More on the Moores Part One: In Which We Meet Our Slave Owning Ancestor

ImageThis is a photo of my great-great grandfather, William St. Clair Moore, often referred to as William C. Moore.  He was born, probably in Kentucky, on December 23, 1796, and died in Boyle County, Kentucky, on August 19, 1867.  This photo is from a tintype given me by his granddaughter, Mary T. Moore Irvine,  He was the son of Reuben and Mary Bird Moore, who came to Kentucky from Shenandoah County, Virginia about 1792.  When he was 38 he married Nancy Jane Owens, the daughter of Jeremiah Owens and Margaret Pittman Owens. (Jeremiah was the nephew of Simon Kenton.)  She was 16.  I have no record of his being married before, nor of any children, so I can’t account for his marriage at 38; however, my dad had several uncles who would have been this man’s grandsons who did not marry for the first time until their 30’s, so it might just have been the Moore way.

ImageThe picture above is of the Moore homestead, which started out as a log structure, on the right side of what you see here.  After we moved to Kentucky in 1974 we found and visited the house and took this picture.  This was where William and Nancy lived.  (The couple on the front porch are Mr. and Mrs. Crow, who owned the property then.)  The house is gone now.  It was torn down about 8 years ago, and someone built a McMansion over it and the graveyard that was to the right of the house.  William, Nancy, and one of their sons, John, and his wife, Julia were buried there.  But I digress.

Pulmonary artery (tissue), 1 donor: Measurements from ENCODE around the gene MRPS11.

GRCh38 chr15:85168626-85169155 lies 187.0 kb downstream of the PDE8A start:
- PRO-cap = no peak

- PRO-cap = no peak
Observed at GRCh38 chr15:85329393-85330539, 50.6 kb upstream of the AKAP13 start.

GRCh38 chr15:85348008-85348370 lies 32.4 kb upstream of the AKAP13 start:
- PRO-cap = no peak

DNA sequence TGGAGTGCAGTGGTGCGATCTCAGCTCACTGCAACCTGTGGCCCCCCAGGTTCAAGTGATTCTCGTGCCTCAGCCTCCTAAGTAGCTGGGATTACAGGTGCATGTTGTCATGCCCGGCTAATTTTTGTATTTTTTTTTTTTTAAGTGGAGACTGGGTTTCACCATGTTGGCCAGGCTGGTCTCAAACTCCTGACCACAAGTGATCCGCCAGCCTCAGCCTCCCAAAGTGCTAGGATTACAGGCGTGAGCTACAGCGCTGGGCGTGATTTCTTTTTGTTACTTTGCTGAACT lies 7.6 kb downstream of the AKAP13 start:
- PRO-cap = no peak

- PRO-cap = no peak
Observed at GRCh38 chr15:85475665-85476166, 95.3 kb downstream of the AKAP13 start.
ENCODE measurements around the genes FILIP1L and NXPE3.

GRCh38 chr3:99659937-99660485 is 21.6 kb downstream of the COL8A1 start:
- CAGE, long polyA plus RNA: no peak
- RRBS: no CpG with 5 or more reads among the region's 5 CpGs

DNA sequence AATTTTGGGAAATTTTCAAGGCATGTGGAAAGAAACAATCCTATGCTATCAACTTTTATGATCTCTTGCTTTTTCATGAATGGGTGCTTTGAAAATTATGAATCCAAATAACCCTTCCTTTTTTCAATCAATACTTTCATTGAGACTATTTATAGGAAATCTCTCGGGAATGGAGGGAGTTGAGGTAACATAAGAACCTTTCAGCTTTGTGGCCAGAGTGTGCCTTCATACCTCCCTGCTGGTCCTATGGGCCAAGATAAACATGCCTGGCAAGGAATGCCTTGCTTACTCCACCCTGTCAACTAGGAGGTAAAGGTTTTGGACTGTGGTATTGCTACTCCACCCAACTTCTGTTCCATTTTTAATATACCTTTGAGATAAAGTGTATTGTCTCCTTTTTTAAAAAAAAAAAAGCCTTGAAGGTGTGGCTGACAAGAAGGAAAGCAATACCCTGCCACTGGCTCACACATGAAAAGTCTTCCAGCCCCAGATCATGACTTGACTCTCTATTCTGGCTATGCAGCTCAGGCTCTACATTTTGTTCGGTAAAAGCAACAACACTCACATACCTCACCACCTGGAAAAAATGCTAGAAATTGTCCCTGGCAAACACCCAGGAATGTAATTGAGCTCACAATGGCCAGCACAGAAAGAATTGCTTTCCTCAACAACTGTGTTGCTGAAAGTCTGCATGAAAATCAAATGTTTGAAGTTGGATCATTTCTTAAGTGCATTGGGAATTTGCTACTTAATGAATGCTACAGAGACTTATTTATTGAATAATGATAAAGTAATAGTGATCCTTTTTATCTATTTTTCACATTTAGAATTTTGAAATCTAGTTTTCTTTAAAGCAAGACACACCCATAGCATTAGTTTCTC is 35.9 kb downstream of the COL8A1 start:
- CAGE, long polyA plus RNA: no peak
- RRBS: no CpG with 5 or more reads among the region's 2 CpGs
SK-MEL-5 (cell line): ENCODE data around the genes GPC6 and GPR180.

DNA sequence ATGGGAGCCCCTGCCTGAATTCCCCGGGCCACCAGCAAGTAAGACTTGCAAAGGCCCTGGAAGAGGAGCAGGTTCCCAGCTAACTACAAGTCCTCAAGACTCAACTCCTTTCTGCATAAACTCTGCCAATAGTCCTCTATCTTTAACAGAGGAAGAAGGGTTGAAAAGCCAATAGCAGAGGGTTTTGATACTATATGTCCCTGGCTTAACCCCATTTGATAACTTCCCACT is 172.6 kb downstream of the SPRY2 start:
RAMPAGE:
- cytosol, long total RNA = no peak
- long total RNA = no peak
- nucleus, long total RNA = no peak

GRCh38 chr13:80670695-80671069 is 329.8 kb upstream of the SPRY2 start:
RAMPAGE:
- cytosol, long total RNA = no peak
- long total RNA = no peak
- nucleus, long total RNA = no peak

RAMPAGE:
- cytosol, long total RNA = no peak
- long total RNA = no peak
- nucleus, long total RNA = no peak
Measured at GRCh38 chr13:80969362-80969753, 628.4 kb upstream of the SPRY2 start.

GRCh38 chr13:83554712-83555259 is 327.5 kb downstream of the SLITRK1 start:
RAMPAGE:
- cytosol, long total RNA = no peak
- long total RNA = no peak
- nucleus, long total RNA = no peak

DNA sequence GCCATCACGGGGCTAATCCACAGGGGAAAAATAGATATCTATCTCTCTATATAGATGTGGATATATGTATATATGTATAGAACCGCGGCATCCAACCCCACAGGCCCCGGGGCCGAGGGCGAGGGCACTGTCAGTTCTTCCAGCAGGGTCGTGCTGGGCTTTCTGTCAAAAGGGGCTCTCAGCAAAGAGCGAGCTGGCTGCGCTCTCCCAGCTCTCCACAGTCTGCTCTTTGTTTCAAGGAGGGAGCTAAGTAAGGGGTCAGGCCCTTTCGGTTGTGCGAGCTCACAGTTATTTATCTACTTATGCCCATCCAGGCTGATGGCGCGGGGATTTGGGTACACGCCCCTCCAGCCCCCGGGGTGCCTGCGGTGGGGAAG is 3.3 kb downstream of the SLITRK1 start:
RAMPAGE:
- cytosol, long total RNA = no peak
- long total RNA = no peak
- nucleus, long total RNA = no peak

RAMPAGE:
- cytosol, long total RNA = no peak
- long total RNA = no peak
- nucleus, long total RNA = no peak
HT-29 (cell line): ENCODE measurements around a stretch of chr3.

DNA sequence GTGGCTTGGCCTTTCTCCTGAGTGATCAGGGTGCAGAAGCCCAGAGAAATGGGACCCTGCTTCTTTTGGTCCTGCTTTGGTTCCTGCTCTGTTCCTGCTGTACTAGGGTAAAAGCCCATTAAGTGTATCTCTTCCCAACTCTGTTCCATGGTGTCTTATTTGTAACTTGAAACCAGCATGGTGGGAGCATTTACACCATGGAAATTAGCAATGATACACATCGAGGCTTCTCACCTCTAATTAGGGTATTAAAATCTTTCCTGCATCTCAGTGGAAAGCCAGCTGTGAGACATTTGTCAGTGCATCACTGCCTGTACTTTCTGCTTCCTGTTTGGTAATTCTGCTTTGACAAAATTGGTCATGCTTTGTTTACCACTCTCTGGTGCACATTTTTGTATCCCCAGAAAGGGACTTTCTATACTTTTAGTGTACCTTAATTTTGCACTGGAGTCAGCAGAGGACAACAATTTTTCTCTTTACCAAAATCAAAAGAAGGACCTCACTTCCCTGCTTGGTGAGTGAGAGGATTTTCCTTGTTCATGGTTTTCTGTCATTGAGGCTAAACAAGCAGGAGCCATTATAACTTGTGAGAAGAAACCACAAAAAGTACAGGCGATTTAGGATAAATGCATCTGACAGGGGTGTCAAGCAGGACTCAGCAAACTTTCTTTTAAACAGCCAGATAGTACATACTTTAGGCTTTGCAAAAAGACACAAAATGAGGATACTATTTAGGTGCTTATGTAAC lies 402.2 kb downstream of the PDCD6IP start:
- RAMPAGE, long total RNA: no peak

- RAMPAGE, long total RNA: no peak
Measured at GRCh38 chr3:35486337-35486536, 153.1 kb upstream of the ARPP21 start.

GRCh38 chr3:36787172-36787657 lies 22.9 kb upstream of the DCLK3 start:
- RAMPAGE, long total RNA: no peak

William and Nancy had 11 children who are listed on the census records.  One was my father’s grandfather, Thomas Jefferson Moore (T.J.).  And yes, William owned slaves.  The 1850 Slave Schedule census lists his as having the following:  1 male age 40, 1 female age 16, 1 male age 10, 1 male age 7, and one male, age 5.  The 1860 Slave Schedule Census lists 1 male age 46, 1 female age 23, 1 male age 20, 1 male age 17, 1 male age 14, 1 female age 6,  and 1 female age 2.  Despite the different ages listed I am fairly certain that the first five listed on each census are the same people.  The other two are probably her children by the older man.  All are listed as black, so I am assuming that the children were all fathered by the older man, also.  There doesn’t seem to be any evidence of co-mingling of the races.

You will notice, of course, that there are no names for the slaves listed.  Very few owners listed their slaves by name anywhere but on plantation/farm records.  The best way to find slave names is in wills and other probate documents.  I think seeing them listed really brought slavery home to me.

Now, William owned between 5 and 7 slaves in a ten year period, and probably some before that.  The war would have freed them.  How do I feel about the fact that an ancestor owned slaves?  Well, quite honestly, while I don’t approve of slavery, there is nothing I can do about the fact that he owned slaves.  I can only do what can be done at the present time, and move forward with that.  I have been told by many that I should be ashamed of my slave owning ancestor.  Excuse me, but he wasn’t doing anything illegal for the time, and once again I repeat, there isn’t anything I can do about it.

“Moore” later.

 

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